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Category Archives: Targeted Killing: Drones

Reflections on the Chatham House Autonomy Conference

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Monday, March 3, 2014 at 5:34 PM

Chatham House recently held a conference on autonomous military technologies, the focus of which was really the current debate regarding autonomous weapon systems. Kudos to Chatham House for leaning forward in this critical area and for bringing together the right mix of people for an engaging and productive conference. The event was held under Chatham . . .
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U.N. Special Rapporteur Releases New Report on Drone Use

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Friday, February 28, 2014 at 3:31 PM

Ben Emmerson, the United Nations Special Rapporteur on the promotion and protection of human rights and fundamental freedoms while countering terrorism, has released a report in the course of his investigation into the use of drones. The summary reads as follows: This is the third annual report submitted to the Human Rights Council by the Special Rapporteur on . . .
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The Clear and Convincing Standard and Citizen Drone Strikes

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Friday, February 28, 2014 at 3:14 PM

When last we debated the Government’s legal authority to kill an American terrorist overseas, some big-ticket questions had to do with proof: exactly how much evidence would be required before executive branch officials would approve a lethal drone strike against U.S. citizen?  And what sorts of proof would suffice, in establishing a target’s stature in . . .
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What is the Point of the New Drone Targeting Rules?

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Friday, February 28, 2014 at 8:33 AM

Another tidbit from the NYT story Ben just flagged: It is unclear what Mr. Obama’s position is on whether Mr. Shami should be targeted.  American officials said that as part of the new rules ordered by Mr. Obama, the Pentagon, rather than the C.I.A., is supposed to carry out any lethal strike against an American . . .
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Who is the American the U.S. May Be Targeting Overseas?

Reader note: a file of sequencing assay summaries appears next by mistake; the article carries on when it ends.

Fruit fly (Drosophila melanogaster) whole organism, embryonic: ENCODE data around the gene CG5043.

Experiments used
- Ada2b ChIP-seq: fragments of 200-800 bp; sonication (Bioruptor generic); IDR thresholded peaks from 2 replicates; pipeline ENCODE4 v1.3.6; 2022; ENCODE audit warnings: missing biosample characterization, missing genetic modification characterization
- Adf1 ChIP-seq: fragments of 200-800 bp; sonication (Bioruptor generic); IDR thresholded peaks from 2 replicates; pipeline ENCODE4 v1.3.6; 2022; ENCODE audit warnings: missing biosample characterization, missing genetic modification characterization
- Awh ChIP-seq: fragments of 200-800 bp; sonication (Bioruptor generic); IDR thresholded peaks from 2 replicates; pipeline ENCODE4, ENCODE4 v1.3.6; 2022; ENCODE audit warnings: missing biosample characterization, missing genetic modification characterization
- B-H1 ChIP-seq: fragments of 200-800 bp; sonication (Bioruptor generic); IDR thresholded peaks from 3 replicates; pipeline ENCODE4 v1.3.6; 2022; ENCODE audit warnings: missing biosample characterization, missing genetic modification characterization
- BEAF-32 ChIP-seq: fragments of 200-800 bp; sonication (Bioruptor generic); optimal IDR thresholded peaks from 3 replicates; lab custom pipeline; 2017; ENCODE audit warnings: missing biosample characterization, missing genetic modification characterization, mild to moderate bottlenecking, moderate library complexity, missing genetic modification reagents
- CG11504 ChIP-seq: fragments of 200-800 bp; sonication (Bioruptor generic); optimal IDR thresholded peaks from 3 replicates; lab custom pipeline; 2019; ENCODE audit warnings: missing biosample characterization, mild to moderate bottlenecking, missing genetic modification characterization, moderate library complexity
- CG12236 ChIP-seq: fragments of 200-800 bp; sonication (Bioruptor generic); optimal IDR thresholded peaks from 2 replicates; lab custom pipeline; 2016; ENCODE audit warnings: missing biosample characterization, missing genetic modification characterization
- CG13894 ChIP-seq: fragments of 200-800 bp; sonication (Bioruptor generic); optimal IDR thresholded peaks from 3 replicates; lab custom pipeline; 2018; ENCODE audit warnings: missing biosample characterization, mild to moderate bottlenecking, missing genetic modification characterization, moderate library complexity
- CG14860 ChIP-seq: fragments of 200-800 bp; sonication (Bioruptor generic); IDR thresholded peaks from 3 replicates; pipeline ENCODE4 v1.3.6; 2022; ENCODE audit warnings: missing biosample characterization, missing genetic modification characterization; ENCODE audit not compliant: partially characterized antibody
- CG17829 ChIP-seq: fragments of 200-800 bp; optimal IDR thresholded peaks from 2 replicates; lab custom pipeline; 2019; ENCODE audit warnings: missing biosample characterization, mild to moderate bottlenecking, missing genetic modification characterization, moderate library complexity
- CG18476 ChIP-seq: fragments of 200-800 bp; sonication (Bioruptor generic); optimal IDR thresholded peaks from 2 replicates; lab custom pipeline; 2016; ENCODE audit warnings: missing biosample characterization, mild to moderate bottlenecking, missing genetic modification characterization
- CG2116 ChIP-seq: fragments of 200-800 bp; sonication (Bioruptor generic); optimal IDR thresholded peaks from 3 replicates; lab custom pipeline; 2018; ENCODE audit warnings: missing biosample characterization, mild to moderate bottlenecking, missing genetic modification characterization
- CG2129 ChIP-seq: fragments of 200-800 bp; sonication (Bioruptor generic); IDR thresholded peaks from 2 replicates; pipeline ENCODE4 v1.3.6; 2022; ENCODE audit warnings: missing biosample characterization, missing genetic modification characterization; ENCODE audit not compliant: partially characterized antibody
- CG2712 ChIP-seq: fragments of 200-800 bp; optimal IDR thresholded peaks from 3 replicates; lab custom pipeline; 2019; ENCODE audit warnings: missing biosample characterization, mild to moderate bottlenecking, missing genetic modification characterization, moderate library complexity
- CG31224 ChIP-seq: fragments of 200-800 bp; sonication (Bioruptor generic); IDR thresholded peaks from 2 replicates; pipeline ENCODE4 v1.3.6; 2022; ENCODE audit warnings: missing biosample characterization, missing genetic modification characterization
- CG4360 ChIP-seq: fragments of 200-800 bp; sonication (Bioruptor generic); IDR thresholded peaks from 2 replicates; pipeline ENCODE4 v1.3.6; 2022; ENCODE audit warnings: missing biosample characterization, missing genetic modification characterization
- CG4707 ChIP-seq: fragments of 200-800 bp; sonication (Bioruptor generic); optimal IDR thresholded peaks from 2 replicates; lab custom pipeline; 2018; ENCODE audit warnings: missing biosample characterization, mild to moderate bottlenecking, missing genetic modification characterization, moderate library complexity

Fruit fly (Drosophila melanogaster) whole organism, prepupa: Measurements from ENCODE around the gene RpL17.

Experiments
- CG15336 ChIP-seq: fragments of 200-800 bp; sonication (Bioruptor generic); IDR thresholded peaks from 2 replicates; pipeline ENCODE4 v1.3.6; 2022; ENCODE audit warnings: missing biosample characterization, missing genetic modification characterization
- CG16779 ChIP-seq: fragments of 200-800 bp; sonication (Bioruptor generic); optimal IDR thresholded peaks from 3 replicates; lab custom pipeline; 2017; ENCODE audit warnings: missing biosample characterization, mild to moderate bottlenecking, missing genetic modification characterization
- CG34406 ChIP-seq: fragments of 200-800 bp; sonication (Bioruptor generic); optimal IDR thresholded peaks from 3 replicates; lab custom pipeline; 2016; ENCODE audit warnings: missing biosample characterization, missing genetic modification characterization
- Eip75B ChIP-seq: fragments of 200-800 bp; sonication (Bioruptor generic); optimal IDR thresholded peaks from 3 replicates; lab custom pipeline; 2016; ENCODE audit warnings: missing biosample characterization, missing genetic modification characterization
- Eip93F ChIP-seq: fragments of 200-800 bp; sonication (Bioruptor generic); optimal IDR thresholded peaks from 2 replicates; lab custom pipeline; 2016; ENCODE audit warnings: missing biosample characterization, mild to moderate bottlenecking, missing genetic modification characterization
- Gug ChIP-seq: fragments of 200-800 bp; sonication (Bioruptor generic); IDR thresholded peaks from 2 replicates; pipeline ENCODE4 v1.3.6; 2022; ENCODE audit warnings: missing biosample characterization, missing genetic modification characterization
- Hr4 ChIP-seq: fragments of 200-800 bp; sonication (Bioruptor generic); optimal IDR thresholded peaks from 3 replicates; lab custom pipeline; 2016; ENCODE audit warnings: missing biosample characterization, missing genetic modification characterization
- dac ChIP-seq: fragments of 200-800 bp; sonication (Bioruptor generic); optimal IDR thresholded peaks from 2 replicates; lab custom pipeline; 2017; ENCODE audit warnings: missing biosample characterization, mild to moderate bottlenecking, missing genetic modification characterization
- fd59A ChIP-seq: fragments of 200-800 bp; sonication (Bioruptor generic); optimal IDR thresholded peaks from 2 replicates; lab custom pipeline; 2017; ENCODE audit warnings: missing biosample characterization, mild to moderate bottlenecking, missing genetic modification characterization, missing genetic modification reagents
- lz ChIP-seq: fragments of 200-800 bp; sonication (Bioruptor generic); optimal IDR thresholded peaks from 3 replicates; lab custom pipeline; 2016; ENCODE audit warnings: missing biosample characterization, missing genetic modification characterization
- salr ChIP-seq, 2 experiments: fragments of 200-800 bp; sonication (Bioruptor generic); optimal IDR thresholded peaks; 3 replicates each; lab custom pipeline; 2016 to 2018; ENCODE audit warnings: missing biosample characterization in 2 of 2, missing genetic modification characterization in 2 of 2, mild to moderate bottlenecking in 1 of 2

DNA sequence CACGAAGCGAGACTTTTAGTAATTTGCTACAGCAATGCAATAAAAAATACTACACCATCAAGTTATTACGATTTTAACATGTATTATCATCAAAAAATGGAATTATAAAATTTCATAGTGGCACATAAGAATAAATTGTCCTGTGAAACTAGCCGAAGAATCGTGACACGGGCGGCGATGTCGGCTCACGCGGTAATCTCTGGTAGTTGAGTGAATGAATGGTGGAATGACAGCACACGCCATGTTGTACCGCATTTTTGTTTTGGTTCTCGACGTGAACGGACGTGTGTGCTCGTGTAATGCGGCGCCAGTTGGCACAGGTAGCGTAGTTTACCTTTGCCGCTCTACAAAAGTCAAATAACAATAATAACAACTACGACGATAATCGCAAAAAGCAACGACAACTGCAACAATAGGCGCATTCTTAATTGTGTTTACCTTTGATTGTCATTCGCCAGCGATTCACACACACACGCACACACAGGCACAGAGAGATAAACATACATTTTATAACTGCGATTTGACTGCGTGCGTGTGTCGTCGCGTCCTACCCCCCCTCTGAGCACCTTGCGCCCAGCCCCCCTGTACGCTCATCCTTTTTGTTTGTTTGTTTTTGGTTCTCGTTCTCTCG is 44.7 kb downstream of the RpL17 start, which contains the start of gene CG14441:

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Friday, February 28, 2014 at 7:31 AM

The New York Times has the answer—sort of: WASHINGTON — He is known as Abdullah al-Shami, an Arabic name meaning Abdullah the Syrian. But his nom de guerre masks a reality: He was born in the United States, and the United States is now deciding whether to kill him. Mr. Shami, a militant who American . . .
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Reactions to Stories on Possible New U.S. Citizen Strike

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Tuesday, February 11, 2014 at 7:18 AM

Some thoughts on this morning’s drone strike news (NYT, WSJ). The NYT says that President Obama’s announcement last May of an intention “to gradually shift drone operations from the C.I.A. to the Pentagon” was designed in part “to make them more transparent.”  The theory, I think, was that CIA strikes are covert and cannot be . . .
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U.S. Citizen Possibly Targeted for Drone Attack

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Monday, February 10, 2014 at 9:42 AM

Kimberly Dozier AP reports this morning that “[a]n American citizen who is a member of al-Qaida is actively planning attacks against Americans overseas, . . . and the Obama administration is wrestling with whether to kill him with a drone strike and how to do so legally under its new stricter targeting policy issued last year.” . . .
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Are Armed Drones Anything Strategically New?

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Tuesday, February 4, 2014 at 4:12 PM

Strategika, a Hoover Institution online journal edited by Victor Davis Hanson, has published a symposium on whether armed drones are strategically something new, or just an incremental step forward in remote platform weapon systems.  Ben and I have a brief contribution to the issue, taken mostly from Chapter 3 of Speaking the Law, our book . . .
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A Proposal for Targeted Killing Oversight by Ex-AG Alberto Gonzales, and a Response by Steve

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Tuesday, February 4, 2014 at 10:01 AM

Here are two quite recent papers, both of obvious interest to Lawfare readers.  The first, entitled “Drones: the Power to Kill,” was penned by former Attorney Alberto Gonzales.  Among other things, Gonzales recommends oversight procedures for targeted killings of American citizens.   The second piece is a response to Gonzales’ article, by our own Steve . . .
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Low-Intensity Conflict in Africa: French and American Uses of Force in Recent Days

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Monday, January 27, 2014 at 1:00 PM

Remember Mali?  We don’t hear much about it these days, but it still suffers from the presence of armed groups of Islamist extremists in the north, and the French military is still there and using force from time to time.  The most recent example occurred just a few days ago, when the French used both . . .
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Congressional Control of Intelligence Programs (sometimes)